Syriac Sabro newspaper in Turkey declares: We also exist

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Tuma Çelik stands outside the new headquarters of Sabro, a monthly Syriac newspaper, in Midyat. (Photo: Sunday’s Zaman)
A yellow public bus rolls into the station in the district of Midyat.
On it the text “Mardin Metropolitan Municipality” is printed in Turkish, Kurdish, Syriac and Arabic. The four languages on one bus are proof of the rich diversity in the plains of the Mesopotamian legacy.

It was a crisp December day in the Southeast when Tuma Çelik arrived at the bus station to greet Sunday’s Zaman. He had just returned from the nearby village of Yemi?li (Anhel in Syriac).

Çelik is the editor-in-chief of the monthly Syriac newspaper titled Sabro, or hope. Founded in 2012, the paper’s first issue headline stated: “We also exist.” Sunday’s Zaman visited the paper’s new headquarters inside an old stone building, classic to the region.

“We were complaining over not having our voices heard in Turkey. We couldn’t get anyone’s attention, in part because we have a small population but also in part because we were not raising our voices enough,” Çelik told Sunday’s Zaman.

“Our intent was not just to create a newspaper where Syriacs can write. We wanted to also talk to the people we are living amongst in this area. It is a way for us to introduce ourselves to them and for them to introduce themselves to us.”

The paper comes out in tabloid format: 16 pages in Turkish and the last three in Syriac. Sabro also comes out with a women’s magazine, Neshe (Women), every three months.

Çelik is not just the paper’s editor-in-chief though; he is a reporter, columnist and even the page designer. Sabro is his baby, and while he knows that it has its imperfections, its existence alone gives him hope, hence the name.
‘Syriacs are fragile, closed society’

Çelik says the reason he needs hope is that the Syriac population in Turkey is so small, and has suffered from nationalist policies for the entirety of the republic’s history since 1923 and even before, dating back to 1915.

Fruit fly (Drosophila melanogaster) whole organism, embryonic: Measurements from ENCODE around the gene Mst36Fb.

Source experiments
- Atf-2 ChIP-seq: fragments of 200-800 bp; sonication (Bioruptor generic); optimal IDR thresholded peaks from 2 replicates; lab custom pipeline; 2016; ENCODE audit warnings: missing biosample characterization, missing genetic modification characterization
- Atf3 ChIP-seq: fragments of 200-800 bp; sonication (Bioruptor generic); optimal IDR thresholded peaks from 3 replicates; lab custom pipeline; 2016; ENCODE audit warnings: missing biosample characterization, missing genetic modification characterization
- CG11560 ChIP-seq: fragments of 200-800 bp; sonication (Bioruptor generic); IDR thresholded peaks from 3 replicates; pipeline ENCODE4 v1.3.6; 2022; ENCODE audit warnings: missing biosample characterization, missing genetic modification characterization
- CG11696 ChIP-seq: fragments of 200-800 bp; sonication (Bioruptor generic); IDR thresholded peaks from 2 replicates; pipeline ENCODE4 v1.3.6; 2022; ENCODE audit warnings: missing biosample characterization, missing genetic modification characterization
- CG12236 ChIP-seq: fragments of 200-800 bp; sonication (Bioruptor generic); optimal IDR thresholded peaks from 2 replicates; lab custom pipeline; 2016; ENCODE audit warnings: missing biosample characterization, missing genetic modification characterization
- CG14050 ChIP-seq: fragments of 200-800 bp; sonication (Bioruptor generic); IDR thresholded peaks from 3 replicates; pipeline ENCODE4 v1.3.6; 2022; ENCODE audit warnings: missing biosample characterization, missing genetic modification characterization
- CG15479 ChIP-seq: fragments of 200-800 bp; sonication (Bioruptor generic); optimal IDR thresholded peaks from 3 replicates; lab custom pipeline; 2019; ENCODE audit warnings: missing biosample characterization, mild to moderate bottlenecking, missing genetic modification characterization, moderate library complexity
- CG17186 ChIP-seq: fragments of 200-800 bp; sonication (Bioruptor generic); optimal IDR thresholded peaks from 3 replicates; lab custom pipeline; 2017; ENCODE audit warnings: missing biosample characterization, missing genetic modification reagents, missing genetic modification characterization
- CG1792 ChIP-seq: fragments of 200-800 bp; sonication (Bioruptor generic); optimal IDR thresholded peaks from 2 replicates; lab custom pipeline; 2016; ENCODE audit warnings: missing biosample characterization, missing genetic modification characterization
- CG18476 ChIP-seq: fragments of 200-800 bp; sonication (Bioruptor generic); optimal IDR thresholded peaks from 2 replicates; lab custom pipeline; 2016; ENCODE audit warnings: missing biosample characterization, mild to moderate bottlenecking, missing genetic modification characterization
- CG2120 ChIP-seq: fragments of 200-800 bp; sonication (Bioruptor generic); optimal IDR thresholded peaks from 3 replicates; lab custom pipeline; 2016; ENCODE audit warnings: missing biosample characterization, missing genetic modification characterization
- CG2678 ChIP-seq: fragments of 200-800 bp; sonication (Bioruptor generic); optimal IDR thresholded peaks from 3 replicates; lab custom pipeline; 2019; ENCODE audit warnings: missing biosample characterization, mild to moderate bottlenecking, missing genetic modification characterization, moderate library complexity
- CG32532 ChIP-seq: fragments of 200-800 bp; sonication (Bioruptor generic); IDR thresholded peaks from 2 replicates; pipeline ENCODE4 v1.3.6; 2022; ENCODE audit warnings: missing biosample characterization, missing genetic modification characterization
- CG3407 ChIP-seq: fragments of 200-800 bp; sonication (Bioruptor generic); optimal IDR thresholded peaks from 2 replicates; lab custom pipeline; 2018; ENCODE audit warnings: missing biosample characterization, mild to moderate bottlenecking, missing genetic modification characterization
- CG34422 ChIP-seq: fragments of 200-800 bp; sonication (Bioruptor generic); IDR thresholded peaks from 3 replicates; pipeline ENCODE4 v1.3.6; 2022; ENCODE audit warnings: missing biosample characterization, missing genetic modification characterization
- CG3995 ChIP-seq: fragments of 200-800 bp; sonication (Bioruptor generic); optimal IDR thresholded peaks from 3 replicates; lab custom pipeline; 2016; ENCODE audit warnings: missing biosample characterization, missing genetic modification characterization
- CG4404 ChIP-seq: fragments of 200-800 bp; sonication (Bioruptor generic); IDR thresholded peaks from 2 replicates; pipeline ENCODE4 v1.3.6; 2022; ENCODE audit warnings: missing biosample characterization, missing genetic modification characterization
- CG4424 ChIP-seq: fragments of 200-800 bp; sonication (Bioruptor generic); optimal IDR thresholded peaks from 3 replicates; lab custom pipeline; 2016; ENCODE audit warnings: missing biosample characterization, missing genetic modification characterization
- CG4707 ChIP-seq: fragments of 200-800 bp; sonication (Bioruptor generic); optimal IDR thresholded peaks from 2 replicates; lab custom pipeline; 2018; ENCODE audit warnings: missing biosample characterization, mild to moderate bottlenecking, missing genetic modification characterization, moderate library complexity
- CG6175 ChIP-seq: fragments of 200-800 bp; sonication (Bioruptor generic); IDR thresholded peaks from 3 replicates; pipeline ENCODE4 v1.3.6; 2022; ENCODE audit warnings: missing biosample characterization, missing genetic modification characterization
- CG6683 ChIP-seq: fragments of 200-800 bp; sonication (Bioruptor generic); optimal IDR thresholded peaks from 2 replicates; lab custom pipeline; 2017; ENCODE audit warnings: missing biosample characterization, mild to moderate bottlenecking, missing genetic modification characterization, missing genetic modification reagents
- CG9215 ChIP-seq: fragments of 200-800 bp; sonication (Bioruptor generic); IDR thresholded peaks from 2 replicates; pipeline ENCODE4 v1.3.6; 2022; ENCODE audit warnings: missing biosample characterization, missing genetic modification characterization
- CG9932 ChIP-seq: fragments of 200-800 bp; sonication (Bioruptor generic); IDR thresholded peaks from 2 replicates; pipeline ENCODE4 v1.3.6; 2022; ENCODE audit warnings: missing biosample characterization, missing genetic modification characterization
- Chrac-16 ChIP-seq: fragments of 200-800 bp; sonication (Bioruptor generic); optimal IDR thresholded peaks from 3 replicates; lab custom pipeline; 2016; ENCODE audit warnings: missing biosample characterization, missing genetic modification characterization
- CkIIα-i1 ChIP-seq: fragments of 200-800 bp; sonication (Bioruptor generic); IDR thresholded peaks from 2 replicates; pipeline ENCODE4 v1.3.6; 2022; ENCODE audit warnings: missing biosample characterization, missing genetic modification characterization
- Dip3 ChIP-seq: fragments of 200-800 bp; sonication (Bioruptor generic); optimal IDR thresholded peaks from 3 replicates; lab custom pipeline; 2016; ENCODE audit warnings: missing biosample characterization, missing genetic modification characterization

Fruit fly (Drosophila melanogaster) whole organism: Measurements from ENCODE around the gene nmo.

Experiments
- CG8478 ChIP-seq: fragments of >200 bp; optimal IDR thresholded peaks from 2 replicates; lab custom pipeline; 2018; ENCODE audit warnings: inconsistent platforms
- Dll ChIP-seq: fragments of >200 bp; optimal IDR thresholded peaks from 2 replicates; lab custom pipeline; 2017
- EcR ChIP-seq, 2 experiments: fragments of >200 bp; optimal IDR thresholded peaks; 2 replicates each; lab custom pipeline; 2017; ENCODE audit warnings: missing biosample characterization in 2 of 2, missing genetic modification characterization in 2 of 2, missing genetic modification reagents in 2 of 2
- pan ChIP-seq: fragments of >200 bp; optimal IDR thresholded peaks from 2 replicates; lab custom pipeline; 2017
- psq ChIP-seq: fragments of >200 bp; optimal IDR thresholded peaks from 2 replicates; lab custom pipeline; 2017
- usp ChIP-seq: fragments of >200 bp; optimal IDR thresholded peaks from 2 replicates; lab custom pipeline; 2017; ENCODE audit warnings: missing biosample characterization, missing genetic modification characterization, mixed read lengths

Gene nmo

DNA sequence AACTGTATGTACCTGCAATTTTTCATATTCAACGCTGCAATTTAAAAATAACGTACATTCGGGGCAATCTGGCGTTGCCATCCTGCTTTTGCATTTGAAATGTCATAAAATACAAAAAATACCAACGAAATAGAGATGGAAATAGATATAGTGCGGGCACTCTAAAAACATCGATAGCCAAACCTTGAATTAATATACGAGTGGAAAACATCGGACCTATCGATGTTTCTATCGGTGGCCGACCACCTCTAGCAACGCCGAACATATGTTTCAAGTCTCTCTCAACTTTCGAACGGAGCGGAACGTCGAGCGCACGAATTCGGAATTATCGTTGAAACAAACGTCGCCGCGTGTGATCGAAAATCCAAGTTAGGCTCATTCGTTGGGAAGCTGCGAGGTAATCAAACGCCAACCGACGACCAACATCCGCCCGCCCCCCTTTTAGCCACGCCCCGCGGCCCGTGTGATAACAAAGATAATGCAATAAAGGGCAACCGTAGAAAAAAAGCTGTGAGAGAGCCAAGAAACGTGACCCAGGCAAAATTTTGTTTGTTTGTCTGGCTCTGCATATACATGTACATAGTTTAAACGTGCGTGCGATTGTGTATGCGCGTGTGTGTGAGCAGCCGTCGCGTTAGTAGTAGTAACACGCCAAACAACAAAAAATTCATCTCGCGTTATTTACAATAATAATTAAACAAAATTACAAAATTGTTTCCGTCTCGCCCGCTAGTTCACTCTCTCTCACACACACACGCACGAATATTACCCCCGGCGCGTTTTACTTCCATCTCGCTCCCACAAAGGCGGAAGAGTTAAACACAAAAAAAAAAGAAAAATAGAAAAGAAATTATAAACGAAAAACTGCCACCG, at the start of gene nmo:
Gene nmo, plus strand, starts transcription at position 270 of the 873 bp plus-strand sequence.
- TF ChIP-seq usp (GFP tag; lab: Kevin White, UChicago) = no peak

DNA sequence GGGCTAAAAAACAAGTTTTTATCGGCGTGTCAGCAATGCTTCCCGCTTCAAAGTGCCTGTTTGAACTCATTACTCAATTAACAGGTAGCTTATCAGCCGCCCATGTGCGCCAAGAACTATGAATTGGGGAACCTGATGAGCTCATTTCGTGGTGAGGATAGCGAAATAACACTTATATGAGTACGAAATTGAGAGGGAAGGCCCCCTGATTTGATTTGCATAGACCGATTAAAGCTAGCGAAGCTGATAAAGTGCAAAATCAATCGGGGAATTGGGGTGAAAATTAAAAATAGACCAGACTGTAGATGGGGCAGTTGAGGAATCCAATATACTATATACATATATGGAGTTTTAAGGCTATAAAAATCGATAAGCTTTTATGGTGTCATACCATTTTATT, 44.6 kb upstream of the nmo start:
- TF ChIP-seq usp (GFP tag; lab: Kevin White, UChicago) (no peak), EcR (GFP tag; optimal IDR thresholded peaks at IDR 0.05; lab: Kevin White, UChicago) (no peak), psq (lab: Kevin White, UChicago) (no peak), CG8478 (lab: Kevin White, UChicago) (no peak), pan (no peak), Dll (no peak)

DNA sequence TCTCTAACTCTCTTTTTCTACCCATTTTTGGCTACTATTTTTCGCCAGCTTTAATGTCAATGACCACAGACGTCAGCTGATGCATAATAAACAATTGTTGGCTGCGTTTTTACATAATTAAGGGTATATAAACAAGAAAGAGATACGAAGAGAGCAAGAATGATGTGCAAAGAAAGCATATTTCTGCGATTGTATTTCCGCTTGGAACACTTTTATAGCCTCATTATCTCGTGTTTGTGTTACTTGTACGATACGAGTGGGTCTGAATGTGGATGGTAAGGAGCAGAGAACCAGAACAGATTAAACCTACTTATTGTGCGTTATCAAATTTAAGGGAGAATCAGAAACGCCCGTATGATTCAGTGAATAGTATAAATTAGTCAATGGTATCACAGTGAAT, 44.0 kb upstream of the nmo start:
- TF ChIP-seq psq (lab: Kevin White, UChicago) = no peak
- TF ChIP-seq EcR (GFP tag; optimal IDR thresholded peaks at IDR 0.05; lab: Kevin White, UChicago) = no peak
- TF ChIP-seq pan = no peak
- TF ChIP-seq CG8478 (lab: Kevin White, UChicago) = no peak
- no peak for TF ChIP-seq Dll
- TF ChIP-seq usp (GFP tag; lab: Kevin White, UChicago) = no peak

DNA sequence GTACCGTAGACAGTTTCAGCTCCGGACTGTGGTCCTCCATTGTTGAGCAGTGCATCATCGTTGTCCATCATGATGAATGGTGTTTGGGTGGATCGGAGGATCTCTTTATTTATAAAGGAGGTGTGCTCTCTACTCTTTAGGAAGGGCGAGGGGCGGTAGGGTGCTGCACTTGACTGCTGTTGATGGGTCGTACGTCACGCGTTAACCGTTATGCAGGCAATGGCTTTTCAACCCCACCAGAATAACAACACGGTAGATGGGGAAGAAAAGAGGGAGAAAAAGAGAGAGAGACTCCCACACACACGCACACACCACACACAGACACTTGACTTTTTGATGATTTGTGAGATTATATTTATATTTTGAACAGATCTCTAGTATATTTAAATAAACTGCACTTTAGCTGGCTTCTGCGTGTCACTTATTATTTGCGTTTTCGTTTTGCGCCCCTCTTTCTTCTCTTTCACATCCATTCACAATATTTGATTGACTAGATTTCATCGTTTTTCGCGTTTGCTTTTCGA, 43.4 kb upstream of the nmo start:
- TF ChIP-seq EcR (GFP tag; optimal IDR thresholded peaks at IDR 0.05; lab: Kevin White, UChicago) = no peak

“Our numbers are low because of the one nation, one people and one identity policies. Over the years, our population has decreased because Syriacs have not been able to assimilate into the Turkish Republic — Syriacs have a different religion, different identity and live in a different geographic location. Because they have not been able to assimilate, different political administrations have enabled them to emigrate,” he explains, adding, “Syriacs are a very fragile and closed society.”

In the past, they migrated to neighboring countries such as Syria and Lebanon in the face of oppression but in recent years have looked westward to European countries. They also have pocket communities in California, New Jersey and Detroit in the US, says Çelik, who finds this sad. “We see ourselves as the children of Mesopotamia.”

“Right now, the largest population of Syriacs is in Syria and Lebanon. In 2003, there was a heavy exodus of Syriacs from Iraq, and their population has fallen to around 400,000 — they used to be nearly 2 million there,” Çelik noted.

According to nonprofit organization the Joshua Project, Turkey has a population of 26,000 Syriacs.
Trouble in the region

While the Syriac community is not directly involved with ongoing clashes between security forces and the outlawed Kurdistan Workers’ Party (PKK), they suffer.

The late 1980s up to the mid ’90s were a dark period in history during the height of combat in the Southeast. The dissolution of the peace process in the aftermath of the June election has led to the chilling déjà vu of unresolved murders in the region. This was underlined with the recent killing of Kurdish human rights lawyer Tahir Elçi. These mysterious deaths were prevalent in the region in the past, and even affected the once apolitical Syriac community.

In Çelik’s village alone, 50 people were killed in such a fashion.

“Could you imagine: In my village there were two disabled siblings, a brother and his sister, who lived across the street from my home. They were both deaf and had speech disorders. They just lived in their own world and were only able to live through the aid they received from the village. They were killed. One night, their home was raided and they were shot. There is no political logic behind this. In fact, there is no logic whatsoever,” he explained.

He listed other similar cases: The local grocer and village muhtar (headman), people who lived simple lives, in the villages were targeted and killed, and their deaths will never see the light of justice. “Syriacs did not have any political demands during that period. They had no organizations or political goals.”

And while the Mardin province is a hotbed for clashes in Midyat’s neighboring districts, Sabro will continue to be a voice for the local population of Syriacs who stay, to say: “We exist.”